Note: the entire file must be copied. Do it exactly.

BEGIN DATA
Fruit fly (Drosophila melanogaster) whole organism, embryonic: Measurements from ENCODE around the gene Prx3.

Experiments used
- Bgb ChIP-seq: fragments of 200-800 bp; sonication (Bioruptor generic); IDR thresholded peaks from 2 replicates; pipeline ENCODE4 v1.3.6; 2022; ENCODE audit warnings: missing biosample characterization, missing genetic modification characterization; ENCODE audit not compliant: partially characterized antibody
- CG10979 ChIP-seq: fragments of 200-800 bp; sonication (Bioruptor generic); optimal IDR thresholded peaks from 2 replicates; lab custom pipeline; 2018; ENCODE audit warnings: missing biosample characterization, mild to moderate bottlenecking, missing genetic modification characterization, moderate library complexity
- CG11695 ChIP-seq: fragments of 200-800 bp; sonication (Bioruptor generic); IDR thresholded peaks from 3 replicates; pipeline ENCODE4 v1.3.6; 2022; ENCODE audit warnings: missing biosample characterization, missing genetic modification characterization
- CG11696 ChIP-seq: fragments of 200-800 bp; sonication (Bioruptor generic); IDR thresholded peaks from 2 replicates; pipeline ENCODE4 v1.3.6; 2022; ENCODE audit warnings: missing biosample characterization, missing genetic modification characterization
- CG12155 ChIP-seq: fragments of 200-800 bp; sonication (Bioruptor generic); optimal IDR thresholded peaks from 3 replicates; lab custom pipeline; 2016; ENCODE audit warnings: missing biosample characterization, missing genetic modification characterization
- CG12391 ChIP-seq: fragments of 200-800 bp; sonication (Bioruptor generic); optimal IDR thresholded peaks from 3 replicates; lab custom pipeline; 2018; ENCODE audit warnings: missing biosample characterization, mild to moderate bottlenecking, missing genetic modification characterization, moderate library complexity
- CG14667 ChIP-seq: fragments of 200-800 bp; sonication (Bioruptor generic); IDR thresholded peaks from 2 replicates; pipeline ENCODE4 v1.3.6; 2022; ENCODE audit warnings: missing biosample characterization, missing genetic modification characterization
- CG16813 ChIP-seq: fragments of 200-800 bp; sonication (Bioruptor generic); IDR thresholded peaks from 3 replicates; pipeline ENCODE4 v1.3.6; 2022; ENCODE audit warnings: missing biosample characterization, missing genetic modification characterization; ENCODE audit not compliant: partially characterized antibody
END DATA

Fruit fly (Drosophila melanogaster) whole organism, embryonic: Measurements from ENCODE around the gene Prx3.

Experiments used
- Bgb ChIP-seq: fragments of 200-800 bp; sonication (Bioruptor generic); IDR thresholded peaks from 2 replicates; pipeline ENCODE4 v1.3.6; 2022; ENCODE audit warnings: missing biosample characterization, missing genetic modification characterization; ENCODE audit not compliant: partially characterized antibody
- CG10979 ChIP-seq: fragments of 200-800 bp; sonication (Bioruptor generic); optimal IDR thresholded peaks from 2 replicates; lab custom pipeline; 2018; ENCODE audit warnings: missing biosample characterization, mild to moderate bottlenecking, missing genetic modification characterization, moderate library complexity
- CG11695 ChIP-seq: fragments of 200-800 bp; sonication (Bioruptor generic); IDR thresholded peaks from 3 replicates; pipeline ENCODE4 v1.3.6; 2022; ENCODE audit warnings: missing biosample characterization, missing genetic modification characterization
- CG11696 ChIP-seq: fragments of 200-800 bp; sonication (Bioruptor generic); IDR thresholded peaks from 2 replicates; pipeline ENCODE4 v1.3.6; 2022; ENCODE audit warnings: missing biosample characterization, missing genetic modification characterization
- CG12155 ChIP-seq: fragments of 200-800 bp; sonication (Bioruptor generic); optimal IDR thresholded peaks from 3 replicates; lab custom pipeline; 2016; ENCODE audit warnings: missing biosample characterization, missing genetic modification characterization
- CG12391 ChIP-seq: fragments of 200-800 bp; sonication (Bioruptor generic); optimal IDR thresholded peaks from 3 replicates; lab custom pipeline; 2018; ENCODE audit warnings: missing biosample characterization, mild to moderate bottlenecking, missing genetic modification characterization, moderate library complexity
- CG14667 ChIP-seq: fragments of 200-800 bp; sonication (Bioruptor generic); IDR thresholded peaks from 2 replicates; pipeline ENCODE4 v1.3.6; 2022; ENCODE audit warnings: missing biosample characterization, missing genetic modification characterization
- CG16813 ChIP-seq: fragments of 200-800 bp; sonication (Bioruptor generic); IDR thresholded peaks from 3 replicates; pipeline ENCODE4 v1.3.6; 2022; ENCODE audit warnings: missing biosample characterization, missing genetic modification characterization; ENCODE audit not compliant: partially characterized antibody